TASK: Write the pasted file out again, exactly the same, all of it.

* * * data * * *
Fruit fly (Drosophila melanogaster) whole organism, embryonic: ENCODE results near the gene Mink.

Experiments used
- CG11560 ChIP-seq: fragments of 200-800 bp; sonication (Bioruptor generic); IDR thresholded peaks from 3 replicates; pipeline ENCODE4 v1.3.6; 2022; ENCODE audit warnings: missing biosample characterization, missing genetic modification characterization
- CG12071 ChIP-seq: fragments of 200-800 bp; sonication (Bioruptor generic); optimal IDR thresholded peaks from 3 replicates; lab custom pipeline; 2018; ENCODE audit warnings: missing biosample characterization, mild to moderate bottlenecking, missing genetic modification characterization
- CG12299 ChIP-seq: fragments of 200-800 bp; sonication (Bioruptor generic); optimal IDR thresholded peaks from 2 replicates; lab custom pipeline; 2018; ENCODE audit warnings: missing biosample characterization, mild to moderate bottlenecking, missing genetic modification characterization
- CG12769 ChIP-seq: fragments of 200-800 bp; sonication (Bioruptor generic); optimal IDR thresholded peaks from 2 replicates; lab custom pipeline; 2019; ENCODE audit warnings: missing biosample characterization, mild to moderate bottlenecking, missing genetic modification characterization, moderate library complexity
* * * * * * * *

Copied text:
Fruit fly (Drosophila melanogaster) whole organism, embryonic: ENCODE results near the gene Mink.

Experiments used
- CG11560 ChIP-seq: fragments of 200-800 bp; sonication (Bioruptor generic); IDR thresholded peaks from 3 replicates; pipeline ENCODE4 v1.3.6; 2022; ENCODE audit warnings: missing biosample characterization, missing genetic modification characterization
- CG12071 ChIP-seq: fragments of 200-800 bp; sonication (Bioruptor generic); optimal IDR thresholded peaks from 3 replicates; lab custom pipeline; 2018; ENCODE audit warnings: missing biosample characterization, mild to moderate bottlenecking, missing genetic modification characterization
- CG12299 ChIP-seq: fragments of 200-800 bp; sonication (Bioruptor generic); optimal IDR thresholded peaks from 2 replicates; lab custom pipeline; 2018; ENCODE audit warnings: missing biosample characterization, mild to moderate bottlenecking, missing genetic modification characterization
- CG12769 ChIP-seq: fragments of 200-800 bp; sonication (Bioruptor generic); optimal IDR thresholded peaks from 2 replicates; lab custom pipeline; 2019; ENCODE audit warnings: missing biosample characterization, mild to moderate bottlenecking, missing genetic modification characterization, moderate library complexity